Experimental tests of quantum reality

22 April, 2016 @ 3:00 pm

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Quantum mechanics is often said to be a ‘strange’ theory: but what exactly is meant by this? Often, what is meant is the failure of our ability to apply certain classical notions to the atomic or molecular scale. I will discuss two such notions of classicality, i) the idea that objects have definite properties independent of measurement and ii) that uncertainty can be thought of as merely imperfect knowledge. The first notion is amenable to test via the Leggett-Garg inequality [1]: I will describe a recent experiment applying a dramatically simplified version in a superconducting flux qubit [2]. The second notion applies to the concept of a psi-epistemic theory: an interpretation of quantum mechanics intended to solve many age-old quantum mysteries. Such interpretations are also open to experimental tests, such as those associated with Pusey, Barrett and Rudolph (PBR) [3] and more recently with Barrett, Cavalcanti, Lal and Maroney (BCLM) [4,5]. I will tell a little of ongoing efforts to improve such tests (so far applied in photonic and solid-state spin systems) in respect of robustness to imperfection and interpretation of their results. I hope to draw comparisons between the two notions of classicality, and to convince the audience that the experimental results can place important restrictions on possible future theories of physics.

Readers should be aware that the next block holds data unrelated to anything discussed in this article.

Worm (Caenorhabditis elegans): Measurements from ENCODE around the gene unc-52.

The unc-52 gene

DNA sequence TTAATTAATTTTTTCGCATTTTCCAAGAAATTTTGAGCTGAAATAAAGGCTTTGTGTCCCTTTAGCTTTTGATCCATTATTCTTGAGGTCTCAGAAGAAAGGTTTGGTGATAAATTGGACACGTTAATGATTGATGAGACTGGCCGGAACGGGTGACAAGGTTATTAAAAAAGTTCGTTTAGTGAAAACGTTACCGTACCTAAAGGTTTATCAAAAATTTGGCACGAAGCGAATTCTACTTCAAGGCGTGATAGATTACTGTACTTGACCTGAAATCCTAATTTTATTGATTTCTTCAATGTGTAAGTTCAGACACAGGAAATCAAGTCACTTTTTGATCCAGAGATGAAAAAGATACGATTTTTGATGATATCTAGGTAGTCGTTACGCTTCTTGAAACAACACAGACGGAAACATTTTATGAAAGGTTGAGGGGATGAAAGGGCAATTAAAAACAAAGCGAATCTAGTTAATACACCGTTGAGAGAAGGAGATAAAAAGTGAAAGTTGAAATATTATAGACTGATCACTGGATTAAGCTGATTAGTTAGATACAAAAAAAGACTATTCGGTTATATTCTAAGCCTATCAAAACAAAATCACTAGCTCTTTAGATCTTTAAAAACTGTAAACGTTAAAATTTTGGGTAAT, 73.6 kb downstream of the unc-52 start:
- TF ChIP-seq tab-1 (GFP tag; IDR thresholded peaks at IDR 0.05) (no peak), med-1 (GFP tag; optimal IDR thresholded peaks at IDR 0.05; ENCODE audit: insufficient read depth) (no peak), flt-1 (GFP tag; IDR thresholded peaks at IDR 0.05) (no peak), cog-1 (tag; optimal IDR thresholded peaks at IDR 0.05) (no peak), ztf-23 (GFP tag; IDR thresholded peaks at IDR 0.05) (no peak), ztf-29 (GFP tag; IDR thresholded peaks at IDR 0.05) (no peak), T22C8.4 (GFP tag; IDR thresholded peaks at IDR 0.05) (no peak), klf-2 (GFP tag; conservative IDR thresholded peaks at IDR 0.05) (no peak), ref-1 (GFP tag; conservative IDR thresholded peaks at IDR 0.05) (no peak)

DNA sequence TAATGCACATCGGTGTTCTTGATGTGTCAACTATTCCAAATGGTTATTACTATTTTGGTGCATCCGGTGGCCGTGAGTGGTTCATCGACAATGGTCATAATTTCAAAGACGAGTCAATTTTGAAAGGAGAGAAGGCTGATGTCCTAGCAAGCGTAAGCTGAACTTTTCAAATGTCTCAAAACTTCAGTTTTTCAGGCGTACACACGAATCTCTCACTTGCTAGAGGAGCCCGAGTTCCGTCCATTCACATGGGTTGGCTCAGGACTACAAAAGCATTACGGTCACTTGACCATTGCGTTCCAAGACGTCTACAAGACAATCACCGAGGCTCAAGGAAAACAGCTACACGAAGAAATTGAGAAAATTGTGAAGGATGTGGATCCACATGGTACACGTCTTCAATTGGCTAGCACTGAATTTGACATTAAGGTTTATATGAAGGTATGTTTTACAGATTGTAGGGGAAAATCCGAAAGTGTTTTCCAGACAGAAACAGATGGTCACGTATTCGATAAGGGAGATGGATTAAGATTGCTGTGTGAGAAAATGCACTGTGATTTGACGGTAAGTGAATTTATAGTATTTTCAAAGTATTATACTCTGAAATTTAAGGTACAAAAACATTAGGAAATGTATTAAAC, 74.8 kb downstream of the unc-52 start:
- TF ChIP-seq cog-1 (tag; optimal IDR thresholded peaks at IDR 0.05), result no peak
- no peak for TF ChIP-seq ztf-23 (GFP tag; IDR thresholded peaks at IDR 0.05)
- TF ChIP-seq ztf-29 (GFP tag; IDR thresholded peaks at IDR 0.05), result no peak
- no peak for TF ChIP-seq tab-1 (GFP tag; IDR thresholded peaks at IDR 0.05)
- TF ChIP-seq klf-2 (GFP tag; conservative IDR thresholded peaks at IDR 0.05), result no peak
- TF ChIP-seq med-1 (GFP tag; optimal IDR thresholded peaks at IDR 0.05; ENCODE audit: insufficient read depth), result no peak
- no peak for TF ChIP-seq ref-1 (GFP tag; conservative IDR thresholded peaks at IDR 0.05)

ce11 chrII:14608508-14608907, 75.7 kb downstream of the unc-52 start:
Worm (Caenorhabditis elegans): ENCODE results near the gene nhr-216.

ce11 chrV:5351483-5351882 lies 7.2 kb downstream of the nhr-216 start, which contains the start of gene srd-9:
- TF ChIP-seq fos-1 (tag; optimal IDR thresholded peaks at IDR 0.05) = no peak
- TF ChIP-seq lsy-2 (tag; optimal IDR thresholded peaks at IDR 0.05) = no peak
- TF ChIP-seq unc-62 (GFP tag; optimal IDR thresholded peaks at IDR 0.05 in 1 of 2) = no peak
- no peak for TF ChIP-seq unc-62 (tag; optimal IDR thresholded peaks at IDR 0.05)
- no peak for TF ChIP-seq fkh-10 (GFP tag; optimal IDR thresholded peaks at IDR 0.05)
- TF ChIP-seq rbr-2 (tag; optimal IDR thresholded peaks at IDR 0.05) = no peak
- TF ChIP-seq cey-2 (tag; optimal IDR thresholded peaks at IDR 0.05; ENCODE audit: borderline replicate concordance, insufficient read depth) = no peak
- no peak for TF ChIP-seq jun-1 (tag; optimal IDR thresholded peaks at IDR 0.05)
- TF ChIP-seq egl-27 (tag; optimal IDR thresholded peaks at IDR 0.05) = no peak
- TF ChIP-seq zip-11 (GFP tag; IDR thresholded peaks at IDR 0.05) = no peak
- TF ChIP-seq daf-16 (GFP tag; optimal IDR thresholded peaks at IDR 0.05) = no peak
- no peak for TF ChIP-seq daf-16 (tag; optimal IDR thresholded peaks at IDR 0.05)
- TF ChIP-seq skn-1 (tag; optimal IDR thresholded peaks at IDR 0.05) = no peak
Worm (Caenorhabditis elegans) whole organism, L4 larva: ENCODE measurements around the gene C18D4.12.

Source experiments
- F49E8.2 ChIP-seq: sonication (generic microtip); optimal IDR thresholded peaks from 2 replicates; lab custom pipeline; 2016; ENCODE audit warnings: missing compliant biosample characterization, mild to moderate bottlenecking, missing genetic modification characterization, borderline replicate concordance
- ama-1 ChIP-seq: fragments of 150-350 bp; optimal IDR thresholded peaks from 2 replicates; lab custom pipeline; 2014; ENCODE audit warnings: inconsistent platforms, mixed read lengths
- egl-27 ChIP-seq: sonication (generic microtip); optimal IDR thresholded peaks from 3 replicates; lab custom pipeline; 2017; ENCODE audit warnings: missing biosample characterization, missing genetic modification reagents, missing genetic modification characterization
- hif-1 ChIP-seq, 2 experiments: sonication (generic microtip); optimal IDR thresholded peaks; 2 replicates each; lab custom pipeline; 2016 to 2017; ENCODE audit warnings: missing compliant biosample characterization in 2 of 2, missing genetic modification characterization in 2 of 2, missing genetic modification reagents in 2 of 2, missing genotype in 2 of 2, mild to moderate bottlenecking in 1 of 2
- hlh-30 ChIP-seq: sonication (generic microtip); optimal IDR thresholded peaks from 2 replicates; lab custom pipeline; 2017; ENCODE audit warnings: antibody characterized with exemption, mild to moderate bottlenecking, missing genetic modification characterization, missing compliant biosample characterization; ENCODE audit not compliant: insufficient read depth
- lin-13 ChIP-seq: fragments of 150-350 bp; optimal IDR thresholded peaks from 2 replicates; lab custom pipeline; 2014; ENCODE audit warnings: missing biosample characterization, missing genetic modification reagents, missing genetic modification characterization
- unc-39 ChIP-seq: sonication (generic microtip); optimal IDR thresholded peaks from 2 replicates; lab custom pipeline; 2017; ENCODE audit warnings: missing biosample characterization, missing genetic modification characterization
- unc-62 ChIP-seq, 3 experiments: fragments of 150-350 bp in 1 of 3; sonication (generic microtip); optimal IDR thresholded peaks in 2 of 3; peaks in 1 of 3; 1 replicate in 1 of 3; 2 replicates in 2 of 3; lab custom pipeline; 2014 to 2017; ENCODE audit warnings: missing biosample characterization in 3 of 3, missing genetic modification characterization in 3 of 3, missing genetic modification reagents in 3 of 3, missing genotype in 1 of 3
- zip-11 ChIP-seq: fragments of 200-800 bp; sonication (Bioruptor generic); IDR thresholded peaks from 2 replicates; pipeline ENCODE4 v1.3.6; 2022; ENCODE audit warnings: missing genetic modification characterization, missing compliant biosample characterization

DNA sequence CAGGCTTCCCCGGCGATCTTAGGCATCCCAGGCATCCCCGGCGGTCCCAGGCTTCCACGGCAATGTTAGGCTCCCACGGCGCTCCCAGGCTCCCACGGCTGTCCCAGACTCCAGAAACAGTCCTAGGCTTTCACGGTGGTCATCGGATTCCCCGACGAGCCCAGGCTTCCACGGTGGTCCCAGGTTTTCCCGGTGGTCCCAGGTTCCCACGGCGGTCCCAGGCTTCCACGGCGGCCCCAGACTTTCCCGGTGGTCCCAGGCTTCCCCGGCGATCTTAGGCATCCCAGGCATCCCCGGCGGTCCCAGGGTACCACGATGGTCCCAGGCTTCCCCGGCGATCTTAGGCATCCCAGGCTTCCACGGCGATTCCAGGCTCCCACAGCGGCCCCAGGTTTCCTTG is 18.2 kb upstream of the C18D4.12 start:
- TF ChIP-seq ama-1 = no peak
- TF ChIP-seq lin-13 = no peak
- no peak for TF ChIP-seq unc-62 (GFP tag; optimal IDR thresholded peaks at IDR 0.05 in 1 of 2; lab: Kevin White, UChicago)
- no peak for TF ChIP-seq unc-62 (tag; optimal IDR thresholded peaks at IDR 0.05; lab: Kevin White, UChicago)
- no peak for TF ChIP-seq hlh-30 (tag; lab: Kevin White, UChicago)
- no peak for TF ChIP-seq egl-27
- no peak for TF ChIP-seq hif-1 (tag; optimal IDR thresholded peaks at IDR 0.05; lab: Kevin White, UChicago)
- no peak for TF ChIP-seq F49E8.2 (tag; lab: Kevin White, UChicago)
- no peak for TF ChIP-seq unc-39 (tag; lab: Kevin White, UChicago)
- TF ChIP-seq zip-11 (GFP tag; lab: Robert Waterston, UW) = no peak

1. Quantum Mechanics versus macroscopic realism: is the flux there when nobody looks?, A. J. Leggett and A. Garg. Phys. Rev. Lett. 54, 857 (1985)
  2. A strict experimental test of macroscopic realism in a superconducting flux qubit, G. C. Knee et al. arXiv:1601.03728
  3. On the reality of the quantum state, PBR, Nature Physics 8, 475–478 (2012)
  4. No ψ-epistemic model can fully explain the indistinguishability of quantum states, BCLM, Phys. Rev. Lett. 112, 250403
  5. Measurements on the reality of the wavefunction, Ringbauer et al., Nature Physics 11, 249–254 (2015)


22 April, 2016
3:00 pm


Newton Building, UNSW
CQC2T Conference Room, Level 2, Newton Building J12, UNSW Kensington Campus NSW Australia


Department of Materials, Oxford University